Tuesday, June 8, 2010

NYT Wednesday 6/9/10 - Seeing Red

Plumbeous Water-Redstart (Male)
Although it isn't evident from my solving time, I thought I made rather heavy weather of this Wednesday New York Times crossword. I didn't see the connection between the theme answers, despite having at least three of them and then wanted something like zebra finch for the "boldly patterned" bird. I haven't really had a clear idea of what a redstart looks like till now. Based on the accompanying pic, I wouldn't say the bird is particularly boldly patterned, but maybe some species are bolder than others?

Once I got the central answer, all became clear and I could focus on the remaining pockets of resistance in the grid. An area that needed my new-found knowledge of all things baseball was the crossing of 45-Down Lasorda with 57-Across thro: I instinctively threw down thru for the across answer, but then saw how absurd Lasurda looked ... a year ago it might not have stood out as incongruous. Incidentally, the Burns poem is the only reference constructors seem to have dug up to justify thro' - if it's not given a fill-in-the-blank like today's clue, then you get {Poetic preposition} etc.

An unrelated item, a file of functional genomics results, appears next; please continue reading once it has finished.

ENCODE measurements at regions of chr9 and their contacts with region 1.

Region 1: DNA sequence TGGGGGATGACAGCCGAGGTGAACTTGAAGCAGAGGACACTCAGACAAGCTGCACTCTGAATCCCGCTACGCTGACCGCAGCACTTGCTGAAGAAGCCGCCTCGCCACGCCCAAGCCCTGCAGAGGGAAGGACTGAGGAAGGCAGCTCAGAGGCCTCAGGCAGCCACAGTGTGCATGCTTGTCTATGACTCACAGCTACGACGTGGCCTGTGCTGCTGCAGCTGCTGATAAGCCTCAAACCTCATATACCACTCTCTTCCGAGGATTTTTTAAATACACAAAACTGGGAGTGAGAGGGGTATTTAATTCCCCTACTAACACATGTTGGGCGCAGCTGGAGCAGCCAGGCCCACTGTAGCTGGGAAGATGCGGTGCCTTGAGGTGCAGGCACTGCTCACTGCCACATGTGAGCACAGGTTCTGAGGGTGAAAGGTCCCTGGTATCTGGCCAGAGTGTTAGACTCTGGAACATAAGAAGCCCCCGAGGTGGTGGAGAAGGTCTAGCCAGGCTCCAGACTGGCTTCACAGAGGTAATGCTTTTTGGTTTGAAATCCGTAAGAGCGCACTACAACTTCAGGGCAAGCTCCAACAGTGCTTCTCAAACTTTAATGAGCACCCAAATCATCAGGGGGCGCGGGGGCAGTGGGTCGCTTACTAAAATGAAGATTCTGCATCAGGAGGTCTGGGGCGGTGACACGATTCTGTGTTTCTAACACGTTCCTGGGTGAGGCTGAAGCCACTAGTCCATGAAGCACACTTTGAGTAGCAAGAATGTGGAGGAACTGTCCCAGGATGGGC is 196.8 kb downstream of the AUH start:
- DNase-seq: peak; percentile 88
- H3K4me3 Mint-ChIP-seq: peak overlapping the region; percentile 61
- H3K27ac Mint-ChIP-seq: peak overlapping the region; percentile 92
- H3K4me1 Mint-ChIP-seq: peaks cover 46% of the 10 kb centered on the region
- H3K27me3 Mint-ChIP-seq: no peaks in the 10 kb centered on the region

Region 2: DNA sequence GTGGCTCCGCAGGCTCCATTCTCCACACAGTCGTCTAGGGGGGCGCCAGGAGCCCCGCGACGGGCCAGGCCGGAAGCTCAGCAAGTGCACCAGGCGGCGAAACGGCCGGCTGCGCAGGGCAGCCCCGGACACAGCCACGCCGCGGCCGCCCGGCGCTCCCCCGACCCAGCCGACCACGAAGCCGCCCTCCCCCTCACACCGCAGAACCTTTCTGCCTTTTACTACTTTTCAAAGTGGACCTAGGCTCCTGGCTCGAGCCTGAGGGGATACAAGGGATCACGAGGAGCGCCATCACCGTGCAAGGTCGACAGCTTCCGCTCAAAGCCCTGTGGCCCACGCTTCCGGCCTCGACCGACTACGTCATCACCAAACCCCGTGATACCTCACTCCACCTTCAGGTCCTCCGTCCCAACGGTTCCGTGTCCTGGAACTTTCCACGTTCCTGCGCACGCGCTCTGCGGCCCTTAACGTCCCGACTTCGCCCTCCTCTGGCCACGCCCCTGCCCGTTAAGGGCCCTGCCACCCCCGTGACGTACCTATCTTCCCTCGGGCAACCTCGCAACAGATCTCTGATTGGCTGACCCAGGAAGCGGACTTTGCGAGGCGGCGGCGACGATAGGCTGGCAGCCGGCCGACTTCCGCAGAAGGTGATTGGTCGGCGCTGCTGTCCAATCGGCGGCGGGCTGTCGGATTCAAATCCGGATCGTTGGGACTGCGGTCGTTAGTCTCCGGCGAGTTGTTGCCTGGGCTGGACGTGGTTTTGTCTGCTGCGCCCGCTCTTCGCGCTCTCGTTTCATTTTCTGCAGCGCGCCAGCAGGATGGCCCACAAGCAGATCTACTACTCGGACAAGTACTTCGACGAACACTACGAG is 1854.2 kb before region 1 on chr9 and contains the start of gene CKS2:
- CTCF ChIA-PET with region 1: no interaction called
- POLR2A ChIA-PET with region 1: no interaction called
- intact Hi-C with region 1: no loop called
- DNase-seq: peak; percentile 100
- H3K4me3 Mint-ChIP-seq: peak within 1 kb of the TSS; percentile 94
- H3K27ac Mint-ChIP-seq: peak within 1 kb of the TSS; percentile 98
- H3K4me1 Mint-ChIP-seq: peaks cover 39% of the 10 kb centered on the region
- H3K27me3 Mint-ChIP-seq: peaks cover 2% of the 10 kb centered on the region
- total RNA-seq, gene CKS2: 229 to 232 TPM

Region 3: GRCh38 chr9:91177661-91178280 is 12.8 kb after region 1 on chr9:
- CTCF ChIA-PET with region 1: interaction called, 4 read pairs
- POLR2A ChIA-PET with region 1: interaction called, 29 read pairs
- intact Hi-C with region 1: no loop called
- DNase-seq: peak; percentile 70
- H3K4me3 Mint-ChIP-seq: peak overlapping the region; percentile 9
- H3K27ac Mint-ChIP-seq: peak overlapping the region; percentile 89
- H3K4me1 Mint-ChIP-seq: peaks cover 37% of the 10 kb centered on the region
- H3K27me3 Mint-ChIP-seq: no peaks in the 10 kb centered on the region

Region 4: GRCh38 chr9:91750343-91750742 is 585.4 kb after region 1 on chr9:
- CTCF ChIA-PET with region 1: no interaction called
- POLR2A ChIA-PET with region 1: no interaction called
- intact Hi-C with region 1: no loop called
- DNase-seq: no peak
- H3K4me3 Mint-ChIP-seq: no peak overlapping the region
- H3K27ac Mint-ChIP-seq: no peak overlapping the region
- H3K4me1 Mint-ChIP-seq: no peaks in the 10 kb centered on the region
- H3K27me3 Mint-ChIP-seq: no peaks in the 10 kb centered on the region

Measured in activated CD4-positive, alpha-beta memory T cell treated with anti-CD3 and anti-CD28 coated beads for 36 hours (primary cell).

40d Cabaret {1966 musical based on "I Am a Camera"} reminds me of one of the neatest barbs of all time: before Cabaret came along, there was a less successful 1955 film adaptation of I Am A Camera starring Laurence Harvey and Julie Harris. This adaptation earned the infamous review by Walter Kerr, "Me no Leica".
Solving time: 8 mins (solo, no solving aids)
Clue of the puzz: 5d sod {Stuff sold in rolls}
Solution

Gary Whitehead
Grid art by Sympathy [about the grid colors]

Theme

Theme answers start with shades of red, as indicated by 34a redstarts {Boldly patterned warblers ... and a hint to 17-, 24-, 50- and 59-Across}.